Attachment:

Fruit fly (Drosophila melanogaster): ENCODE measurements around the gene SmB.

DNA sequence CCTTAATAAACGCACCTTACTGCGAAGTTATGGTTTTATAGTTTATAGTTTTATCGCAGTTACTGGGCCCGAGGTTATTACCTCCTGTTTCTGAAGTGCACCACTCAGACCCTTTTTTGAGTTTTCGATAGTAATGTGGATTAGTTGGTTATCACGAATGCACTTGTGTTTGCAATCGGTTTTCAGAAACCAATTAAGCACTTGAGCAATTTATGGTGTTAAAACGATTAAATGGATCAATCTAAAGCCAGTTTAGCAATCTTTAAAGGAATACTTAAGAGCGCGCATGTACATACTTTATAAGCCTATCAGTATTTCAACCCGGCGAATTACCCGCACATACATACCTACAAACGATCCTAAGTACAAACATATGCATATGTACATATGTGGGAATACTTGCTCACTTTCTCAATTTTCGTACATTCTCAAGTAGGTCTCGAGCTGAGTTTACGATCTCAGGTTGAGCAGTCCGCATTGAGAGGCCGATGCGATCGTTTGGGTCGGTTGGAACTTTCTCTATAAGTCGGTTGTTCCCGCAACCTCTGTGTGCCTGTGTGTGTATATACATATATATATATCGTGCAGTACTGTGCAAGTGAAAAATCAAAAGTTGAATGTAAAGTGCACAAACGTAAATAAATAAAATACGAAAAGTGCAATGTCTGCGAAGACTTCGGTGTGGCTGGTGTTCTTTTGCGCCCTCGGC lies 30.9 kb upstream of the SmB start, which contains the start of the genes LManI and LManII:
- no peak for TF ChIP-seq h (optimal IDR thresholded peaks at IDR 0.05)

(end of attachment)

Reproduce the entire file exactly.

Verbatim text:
Fruit fly (Drosophila melanogaster): ENCODE measurements around the gene SmB.

DNA sequence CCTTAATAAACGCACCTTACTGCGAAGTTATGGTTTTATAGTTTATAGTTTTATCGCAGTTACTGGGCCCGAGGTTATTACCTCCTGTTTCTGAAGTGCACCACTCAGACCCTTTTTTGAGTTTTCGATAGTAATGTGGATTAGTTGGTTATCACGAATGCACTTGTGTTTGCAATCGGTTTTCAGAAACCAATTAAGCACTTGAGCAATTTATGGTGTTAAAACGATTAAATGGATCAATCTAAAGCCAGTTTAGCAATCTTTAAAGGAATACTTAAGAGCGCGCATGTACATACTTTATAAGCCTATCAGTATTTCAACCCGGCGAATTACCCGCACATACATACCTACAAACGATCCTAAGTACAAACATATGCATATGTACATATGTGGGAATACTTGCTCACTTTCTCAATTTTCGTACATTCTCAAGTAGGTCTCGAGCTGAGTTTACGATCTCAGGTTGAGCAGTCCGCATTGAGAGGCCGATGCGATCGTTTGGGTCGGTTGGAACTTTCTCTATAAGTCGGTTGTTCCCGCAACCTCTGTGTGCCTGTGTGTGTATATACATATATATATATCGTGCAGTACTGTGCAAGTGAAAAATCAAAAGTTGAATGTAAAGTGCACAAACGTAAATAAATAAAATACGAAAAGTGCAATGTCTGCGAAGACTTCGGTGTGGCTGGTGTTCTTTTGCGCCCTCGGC lies 30.9 kb upstream of the SmB start, which contains the start of the genes LManI and LManII:
- no peak for TF ChIP-seq h (optimal IDR thresholded peaks at IDR 0.05)